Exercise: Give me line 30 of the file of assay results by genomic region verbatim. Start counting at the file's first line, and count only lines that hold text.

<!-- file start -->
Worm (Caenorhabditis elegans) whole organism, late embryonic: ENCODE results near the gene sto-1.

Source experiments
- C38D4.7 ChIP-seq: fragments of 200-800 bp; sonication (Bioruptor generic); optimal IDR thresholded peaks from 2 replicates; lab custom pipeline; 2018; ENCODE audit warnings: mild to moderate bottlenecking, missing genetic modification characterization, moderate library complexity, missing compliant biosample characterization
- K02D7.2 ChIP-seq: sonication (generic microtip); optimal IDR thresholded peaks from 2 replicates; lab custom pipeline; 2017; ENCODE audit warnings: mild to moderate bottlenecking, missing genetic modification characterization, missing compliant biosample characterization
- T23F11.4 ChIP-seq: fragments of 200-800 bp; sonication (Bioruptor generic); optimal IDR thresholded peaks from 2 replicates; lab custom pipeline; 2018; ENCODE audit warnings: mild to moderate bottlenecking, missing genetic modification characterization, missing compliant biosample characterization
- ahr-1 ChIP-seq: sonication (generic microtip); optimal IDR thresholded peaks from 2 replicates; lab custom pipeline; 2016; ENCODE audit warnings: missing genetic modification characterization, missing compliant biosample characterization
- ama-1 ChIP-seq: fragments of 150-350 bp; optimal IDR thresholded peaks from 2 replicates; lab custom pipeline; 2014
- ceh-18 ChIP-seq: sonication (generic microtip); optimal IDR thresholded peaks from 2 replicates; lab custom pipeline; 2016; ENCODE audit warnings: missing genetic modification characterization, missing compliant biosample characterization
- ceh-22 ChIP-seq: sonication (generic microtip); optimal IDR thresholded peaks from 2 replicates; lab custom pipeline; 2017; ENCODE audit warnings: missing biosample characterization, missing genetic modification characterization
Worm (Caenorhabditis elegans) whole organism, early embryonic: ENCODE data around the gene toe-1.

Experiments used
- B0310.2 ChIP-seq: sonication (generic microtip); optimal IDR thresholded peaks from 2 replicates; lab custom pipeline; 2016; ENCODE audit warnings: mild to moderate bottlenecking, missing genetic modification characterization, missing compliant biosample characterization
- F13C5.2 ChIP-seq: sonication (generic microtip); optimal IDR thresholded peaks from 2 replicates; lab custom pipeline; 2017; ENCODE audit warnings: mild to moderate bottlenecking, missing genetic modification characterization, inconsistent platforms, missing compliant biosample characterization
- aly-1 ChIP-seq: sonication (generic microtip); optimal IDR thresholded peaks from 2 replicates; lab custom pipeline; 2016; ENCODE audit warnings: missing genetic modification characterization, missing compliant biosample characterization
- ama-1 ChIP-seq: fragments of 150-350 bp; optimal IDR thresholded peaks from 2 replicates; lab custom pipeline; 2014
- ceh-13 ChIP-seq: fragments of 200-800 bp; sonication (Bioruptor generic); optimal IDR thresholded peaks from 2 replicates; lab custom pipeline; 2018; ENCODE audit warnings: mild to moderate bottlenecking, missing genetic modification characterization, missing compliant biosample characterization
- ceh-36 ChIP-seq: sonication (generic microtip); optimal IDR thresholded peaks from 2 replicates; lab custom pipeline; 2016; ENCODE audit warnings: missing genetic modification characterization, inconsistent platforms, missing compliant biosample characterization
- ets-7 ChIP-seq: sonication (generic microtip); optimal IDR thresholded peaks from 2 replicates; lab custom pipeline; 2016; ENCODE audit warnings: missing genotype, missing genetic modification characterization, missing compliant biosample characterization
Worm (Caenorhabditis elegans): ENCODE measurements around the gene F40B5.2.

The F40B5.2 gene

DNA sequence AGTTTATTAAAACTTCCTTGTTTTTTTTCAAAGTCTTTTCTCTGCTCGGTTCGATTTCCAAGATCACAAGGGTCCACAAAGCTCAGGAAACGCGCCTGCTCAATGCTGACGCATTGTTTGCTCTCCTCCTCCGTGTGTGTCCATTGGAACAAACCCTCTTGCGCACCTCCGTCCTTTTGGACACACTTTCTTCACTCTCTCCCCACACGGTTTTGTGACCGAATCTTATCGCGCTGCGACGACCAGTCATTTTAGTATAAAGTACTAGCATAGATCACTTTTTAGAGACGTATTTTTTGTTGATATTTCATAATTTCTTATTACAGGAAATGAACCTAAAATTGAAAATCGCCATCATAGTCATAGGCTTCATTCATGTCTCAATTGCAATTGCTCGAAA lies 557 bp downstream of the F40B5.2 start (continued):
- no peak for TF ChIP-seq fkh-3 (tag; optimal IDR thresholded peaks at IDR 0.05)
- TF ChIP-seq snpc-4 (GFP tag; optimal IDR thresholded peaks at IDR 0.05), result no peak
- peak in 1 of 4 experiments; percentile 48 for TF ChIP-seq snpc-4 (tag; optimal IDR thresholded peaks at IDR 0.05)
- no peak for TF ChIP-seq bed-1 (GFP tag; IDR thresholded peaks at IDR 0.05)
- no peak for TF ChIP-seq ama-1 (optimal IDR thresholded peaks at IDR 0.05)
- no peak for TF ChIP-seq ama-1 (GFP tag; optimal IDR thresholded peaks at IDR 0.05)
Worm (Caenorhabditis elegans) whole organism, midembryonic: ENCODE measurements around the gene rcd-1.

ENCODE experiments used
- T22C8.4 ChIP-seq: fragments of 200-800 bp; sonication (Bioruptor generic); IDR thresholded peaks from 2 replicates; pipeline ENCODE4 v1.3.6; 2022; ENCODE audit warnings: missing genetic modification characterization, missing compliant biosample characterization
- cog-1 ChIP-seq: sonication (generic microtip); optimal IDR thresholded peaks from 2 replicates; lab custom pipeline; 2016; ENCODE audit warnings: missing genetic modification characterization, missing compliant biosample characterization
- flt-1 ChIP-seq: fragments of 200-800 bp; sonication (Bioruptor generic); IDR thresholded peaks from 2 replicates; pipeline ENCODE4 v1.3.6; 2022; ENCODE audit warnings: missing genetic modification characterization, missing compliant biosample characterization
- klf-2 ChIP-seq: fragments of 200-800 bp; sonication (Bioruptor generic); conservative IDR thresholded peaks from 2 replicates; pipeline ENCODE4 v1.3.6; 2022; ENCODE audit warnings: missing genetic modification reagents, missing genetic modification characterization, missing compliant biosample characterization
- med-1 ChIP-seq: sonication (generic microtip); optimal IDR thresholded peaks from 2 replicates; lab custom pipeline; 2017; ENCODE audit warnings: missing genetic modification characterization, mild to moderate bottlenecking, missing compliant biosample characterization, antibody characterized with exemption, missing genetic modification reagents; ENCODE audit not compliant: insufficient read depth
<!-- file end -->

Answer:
- T22C8.4 ChIP-seq: fragments of 200-800 bp; sonication (Bioruptor generic); IDR thresholded peaks from 2 replicates; pipeline ENCODE4 v1.3.6; 2022; ENCODE audit warnings: missing genetic modification characterization, missing compliant biosample characterization